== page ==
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Article citations


Kim, J., Waliser, D.E., Mattmann, C.A., Mearns, L.O., Goodale, C.E., Hart, A.F., Crichton, D.J., Mcginnis, S., Lee, H., Loikith, P.C. and Boustani, M. (2013) Evaluation of the Surface Climatology over the Conterminous United States in the North American Regional Climate Change Assessment Program Hindcast Experiment Using a Regional Climate Model Evaluation System. Journal of Climate, 26, 5698-5715.

has been cited by the following article:

  • TITLE: Uncertainty of Wind Power Usage in Complex Terrain—A Case Study

    AUTHORS: Nicole Mölders, Dinah Khordakova, Scott Gende, Gerhard Kramm

    KEYWORDS: Wind Energy, WRF/Chem, Southeast Alaska, Uncertainty Assessment, Wind-Speed Prediction

    JOURNAL NAME: Atmospheric and Climate Sciences, Vol.5 No.3, June 19, 2015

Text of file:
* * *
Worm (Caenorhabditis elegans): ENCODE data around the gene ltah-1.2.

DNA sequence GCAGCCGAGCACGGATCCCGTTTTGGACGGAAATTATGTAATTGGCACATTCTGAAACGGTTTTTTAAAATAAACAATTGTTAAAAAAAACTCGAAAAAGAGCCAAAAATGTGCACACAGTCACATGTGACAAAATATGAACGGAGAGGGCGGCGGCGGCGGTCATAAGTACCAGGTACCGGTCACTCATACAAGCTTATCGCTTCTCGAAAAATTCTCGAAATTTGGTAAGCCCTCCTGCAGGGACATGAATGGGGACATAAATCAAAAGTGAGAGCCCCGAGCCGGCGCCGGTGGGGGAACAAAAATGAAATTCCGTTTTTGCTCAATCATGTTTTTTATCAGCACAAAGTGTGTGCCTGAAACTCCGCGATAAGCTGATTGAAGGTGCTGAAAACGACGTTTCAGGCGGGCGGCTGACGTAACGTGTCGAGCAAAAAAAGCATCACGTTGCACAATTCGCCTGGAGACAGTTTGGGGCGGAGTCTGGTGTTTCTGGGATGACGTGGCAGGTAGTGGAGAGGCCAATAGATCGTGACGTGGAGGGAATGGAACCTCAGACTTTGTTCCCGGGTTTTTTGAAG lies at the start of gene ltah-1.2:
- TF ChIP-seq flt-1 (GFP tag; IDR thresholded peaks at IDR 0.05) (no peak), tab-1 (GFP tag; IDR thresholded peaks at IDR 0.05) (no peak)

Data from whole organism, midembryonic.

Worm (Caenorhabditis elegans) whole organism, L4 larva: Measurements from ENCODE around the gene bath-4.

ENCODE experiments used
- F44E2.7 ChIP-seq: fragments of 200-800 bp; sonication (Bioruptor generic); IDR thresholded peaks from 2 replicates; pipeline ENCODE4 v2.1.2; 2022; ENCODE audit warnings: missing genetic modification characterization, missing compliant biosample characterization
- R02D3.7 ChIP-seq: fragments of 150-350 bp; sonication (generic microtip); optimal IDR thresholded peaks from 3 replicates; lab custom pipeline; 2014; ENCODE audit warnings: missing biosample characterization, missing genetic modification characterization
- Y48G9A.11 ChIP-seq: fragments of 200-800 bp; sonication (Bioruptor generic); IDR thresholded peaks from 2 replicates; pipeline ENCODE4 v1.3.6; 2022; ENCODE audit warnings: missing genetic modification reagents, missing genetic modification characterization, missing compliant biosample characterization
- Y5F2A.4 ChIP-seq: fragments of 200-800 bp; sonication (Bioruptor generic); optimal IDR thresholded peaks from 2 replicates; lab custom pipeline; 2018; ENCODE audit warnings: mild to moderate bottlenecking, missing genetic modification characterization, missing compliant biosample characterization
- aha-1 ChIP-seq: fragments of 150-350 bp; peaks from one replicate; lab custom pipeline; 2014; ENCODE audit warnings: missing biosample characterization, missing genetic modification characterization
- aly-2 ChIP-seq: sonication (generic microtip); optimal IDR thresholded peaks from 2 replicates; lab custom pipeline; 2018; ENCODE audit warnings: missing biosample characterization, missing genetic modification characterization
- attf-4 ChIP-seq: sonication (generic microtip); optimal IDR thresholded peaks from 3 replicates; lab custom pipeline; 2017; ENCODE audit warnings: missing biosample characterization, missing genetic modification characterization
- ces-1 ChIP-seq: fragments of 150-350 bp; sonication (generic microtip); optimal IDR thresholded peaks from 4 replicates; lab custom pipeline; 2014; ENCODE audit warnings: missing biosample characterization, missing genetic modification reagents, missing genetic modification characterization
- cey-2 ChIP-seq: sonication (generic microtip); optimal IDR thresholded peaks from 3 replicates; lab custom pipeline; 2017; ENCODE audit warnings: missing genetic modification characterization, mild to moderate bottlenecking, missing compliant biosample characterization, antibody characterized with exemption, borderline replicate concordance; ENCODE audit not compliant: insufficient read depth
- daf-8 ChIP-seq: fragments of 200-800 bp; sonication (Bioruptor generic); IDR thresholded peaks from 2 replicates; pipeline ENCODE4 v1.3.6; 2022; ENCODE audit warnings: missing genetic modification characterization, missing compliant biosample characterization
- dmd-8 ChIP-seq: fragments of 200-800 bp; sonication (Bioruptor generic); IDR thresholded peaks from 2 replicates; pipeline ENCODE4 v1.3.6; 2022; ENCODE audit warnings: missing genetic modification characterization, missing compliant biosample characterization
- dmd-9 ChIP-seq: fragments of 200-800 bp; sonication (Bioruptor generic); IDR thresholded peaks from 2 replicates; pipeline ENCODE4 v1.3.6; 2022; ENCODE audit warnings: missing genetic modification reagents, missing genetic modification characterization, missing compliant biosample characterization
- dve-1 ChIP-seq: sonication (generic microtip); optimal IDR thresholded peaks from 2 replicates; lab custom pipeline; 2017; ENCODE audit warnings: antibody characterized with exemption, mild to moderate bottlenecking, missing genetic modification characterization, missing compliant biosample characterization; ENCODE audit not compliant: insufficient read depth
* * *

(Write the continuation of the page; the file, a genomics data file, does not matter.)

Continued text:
ABSTRACT: This study investigated the uncertainty assessing wind-power production in valleys of complex terrain using Juneau, Alaska as the testbed. The wind-speed data stem from evaluated WRF/Chem simulations for seven tourist seasons (May 15 to September 15). The percentage of wind speeds between cut-in and cutout speed differed up to about 11% among tourist seasons and up to 15% among the examined wind-turbine types. The wind-speed probability density varied the strongest among tourist seasons for wind speeds less than 3 m·sǃ (6 m·sǃ) for wind turbines with hub heights of about 80 m (30 m). At these heights, the interannual differences in the probability density of wind speeds at the rated or higher power were about half or less than those at wind speeds below 3 m·sǃ (6 m·sǃ). The predicted average power output notably differed among tourist seasons. The tall (small) turbines had their highest predicted average production in 2006 (2012). The ranking among wind turbines regarding the predicted average power production was independent of the interannual variability in average power production. Capacity factors differed about 8% (6%) for the tall (small) tubines among tourist seasons. Within the same tourist season, capacity factors differed about 8% (5%) among turbine types. Estimates of capacity and potential power derived from 10 m wind-speed observations by an empirical formula commonly used to estimate wind speeds at hub height, differed up to 40% for 80 m height for some turbine types. Determinating the exponent of the empirical equation by means of WRF/Chem data showed that the traditional empirical approach failed in complex terrain.